By Julie Steenhuysen
CHICAGO (Reuters) - Health officials launched a $54 million advertising campaign on Thursday depicting the health risks of smoking in gruesome detail, offering the latest salvo in the government's campaign to deglamorize cigarette smoking.
The 12-week advertising blitz, called "Tips From Former Smokers," is an effort to counteract the estimated $10.5 billion a year spent by tobacco companies to market and promote cigarettes in the United States.
"This is really a David versus Goliath fight. The tobacco industry has spent more than $100 billion on marketing and promotion. They continue to spend more than $10 billion a year. That's a million dollars every hour," Dr. Thomas Frieden, director of the U.S. Centers for Disease Control and Prevention, said in a telephone interview.
Some 8 million Americans have smoking-related illnesses, and as many as 443,000 Americans die each year from smoking-related causes. And while U.S. health officials have succeeded in getting many smokers to quit, recent evidence suggests the message is not getting through to America's youth.
According to the U.S. surgeon general's report on youth smoking released last week, one in four high school seniors is a regular cigarette smoker, and because few high school smokers are able to quit, some 80 percent will continue to smoke as adults.
CDC says its ads - a combination of paid advertising and public service announcements - are intended to encourage smokers to quit and to build awareness for the damage caused by smoking and exposure to second-hand smoke.
"Basically these are ads about the real effects of smoking on real people. They show cancer, heart attacks, stroke, amputation and what it's like to live with those conditions," Frieden said.
One print ad, for example, depicts Brandon, a 31-year-old double amputee from North Dakota who was diagnosed at age 18 with Buerger's disease, a rare blood-vessel disorder that cut off blood flow to both his legs. Brandon's tip: Allow extra time in the morning to put on your legs.
One of the TV spots depicts an emaciated, 51-year-old former smoker from North Carolina named Terrie getting ready for work by putting in her teeth, then putting on her wig and artfully arranging a scarf around her tracheostomy tube.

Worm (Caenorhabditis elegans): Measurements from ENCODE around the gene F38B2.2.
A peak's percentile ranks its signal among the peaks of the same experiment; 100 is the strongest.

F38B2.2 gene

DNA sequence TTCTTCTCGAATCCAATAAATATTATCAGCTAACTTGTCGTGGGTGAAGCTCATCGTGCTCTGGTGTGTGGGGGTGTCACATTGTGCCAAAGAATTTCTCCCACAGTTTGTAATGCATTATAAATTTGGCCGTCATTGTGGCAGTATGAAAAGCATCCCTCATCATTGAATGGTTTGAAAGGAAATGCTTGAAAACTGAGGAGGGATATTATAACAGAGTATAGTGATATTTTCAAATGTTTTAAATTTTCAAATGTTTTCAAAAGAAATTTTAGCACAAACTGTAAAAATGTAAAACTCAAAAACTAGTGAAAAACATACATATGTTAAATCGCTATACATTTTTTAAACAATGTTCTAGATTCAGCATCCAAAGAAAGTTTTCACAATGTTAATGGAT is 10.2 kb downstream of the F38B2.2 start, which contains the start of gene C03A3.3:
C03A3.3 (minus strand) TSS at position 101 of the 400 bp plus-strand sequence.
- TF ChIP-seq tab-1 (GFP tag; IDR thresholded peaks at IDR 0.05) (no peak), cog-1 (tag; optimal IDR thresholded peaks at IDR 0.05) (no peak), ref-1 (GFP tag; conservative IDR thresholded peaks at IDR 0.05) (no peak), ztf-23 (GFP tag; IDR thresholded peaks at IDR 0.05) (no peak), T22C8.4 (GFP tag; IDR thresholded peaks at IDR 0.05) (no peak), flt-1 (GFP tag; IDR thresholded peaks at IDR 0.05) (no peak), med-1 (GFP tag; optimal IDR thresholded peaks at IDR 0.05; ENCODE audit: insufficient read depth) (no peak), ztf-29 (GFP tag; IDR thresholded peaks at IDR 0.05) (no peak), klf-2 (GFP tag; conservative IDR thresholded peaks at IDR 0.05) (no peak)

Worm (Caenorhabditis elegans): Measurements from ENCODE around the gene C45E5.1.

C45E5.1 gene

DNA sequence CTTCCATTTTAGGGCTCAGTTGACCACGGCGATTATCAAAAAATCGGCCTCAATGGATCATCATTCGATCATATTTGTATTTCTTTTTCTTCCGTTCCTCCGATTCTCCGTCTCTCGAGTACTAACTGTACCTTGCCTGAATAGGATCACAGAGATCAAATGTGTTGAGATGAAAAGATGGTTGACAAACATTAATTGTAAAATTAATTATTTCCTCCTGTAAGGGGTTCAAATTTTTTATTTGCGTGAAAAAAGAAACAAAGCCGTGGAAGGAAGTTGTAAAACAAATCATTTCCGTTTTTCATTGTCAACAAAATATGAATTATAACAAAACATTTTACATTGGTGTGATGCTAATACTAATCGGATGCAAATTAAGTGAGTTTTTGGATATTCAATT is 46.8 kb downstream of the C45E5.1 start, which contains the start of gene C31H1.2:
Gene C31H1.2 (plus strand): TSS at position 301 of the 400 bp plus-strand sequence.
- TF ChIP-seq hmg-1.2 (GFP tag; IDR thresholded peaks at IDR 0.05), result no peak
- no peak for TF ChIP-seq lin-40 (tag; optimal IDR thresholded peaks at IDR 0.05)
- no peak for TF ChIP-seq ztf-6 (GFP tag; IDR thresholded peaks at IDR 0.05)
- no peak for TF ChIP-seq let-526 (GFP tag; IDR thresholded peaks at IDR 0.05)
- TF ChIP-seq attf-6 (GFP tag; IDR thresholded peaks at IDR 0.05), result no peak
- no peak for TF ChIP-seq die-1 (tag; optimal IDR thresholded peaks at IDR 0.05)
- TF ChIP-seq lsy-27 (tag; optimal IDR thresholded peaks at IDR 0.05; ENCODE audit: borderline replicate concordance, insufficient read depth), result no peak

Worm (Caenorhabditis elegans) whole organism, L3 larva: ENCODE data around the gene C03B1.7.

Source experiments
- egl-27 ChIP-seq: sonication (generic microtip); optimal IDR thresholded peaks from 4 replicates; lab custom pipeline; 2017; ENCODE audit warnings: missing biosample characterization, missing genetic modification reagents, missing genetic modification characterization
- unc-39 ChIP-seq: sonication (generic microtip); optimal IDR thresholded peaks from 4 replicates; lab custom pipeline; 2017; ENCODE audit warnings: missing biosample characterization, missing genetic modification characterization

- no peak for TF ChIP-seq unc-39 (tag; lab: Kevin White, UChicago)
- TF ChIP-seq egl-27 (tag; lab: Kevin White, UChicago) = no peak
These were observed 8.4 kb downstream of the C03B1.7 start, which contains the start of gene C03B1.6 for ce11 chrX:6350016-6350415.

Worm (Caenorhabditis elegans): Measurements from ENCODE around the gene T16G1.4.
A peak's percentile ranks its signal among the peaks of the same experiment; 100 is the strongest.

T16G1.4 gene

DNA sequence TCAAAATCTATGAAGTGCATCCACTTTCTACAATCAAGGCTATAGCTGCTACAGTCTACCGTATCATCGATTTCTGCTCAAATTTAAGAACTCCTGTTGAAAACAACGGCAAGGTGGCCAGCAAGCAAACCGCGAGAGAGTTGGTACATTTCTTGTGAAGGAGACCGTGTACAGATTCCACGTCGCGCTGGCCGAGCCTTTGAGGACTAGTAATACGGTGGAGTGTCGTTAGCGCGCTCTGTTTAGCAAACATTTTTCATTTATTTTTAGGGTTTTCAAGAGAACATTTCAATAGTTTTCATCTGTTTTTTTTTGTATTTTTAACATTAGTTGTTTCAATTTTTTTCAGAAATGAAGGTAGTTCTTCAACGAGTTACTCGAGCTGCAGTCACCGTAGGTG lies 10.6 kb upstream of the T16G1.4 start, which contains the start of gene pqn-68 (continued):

The tagline of the ad is: Smoking causes immediate damage to the body. You can quit.
Frieden said frank stories about the real health effects of smoking have been proven to discourage new smokers and to get people to quit.
"This is absolutely what works. The science is very clear," Frieden said.
A 2008 report by the National Cancer Institute found that anti-smoking media campaigns reduce smoking among both youth and adults, especially those with strong messages that play on the emotions. And a 2012 review of published studies found that testimonials warning about the risks of smoking are especially effective at getting people to quit.
Frieden estimates that about 50,000 smokers will quit as a result of these ads. "It could be higher, but that's our conservative estimate."
The advertising campaign will run on a wide range of media, including TV, radio, print, billboards, bus shelters, movies and online via Facebook, Twitter and YouTube.
The push follows big tobacco's success in federal court at blocking regulations that would have required companies to put pictures on their labels of rotting teeth, diseased lungs and other images illustrating the long-term health consequences of smoking.
But Frieden said the advertising effort was planned long before that decision was handed down earlier this month.
Dr. Len Lichtenfeld of the American Cancer Society said the ads are a good step, but they need to be part of a coordinated anti-smoking effort that includes talking about clean indoor air, tobacco taxes and smoking cessation programs.
"We have hit a barrier of smoking in this country where about 20 percent of adults are regular smokers," Lichtenfeld said in a telephone interview.
"In the past number of years, we haven't been able to reduce that number. If this campaign sends a message to people that this is a habit that has risks that can cause harm, that's a good thing," he said.
(Reporting By Julie Steenhuysen; Editing by Eric Walsh)